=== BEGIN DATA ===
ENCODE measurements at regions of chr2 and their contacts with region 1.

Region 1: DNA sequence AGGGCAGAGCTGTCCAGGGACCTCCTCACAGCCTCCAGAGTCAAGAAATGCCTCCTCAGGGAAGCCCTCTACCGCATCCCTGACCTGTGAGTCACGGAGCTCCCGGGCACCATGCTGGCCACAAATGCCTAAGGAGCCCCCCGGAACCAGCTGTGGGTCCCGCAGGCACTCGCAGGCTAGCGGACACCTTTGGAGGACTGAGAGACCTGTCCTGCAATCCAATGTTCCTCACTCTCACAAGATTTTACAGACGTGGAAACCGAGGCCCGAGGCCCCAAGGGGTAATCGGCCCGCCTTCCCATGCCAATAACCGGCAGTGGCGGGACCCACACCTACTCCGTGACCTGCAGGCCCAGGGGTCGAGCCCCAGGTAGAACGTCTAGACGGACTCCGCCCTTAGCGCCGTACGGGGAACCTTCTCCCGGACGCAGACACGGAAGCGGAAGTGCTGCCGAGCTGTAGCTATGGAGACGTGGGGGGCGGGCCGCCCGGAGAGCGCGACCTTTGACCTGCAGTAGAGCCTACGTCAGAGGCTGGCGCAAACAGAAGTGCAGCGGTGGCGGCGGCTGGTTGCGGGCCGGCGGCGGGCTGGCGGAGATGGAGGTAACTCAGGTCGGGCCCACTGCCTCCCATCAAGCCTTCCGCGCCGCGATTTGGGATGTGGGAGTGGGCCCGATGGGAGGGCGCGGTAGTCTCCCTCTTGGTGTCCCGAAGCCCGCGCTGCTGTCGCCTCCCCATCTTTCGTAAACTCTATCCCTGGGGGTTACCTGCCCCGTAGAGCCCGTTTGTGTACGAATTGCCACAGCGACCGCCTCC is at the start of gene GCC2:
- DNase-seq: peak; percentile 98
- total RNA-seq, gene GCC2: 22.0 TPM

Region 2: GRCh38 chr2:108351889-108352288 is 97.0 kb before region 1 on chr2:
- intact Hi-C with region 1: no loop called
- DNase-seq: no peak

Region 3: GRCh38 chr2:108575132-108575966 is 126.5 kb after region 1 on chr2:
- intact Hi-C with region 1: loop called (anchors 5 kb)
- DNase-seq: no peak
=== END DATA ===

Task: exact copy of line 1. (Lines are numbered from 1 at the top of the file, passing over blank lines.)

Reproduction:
ENCODE measurements at regions of chr2 and their contacts with region 1.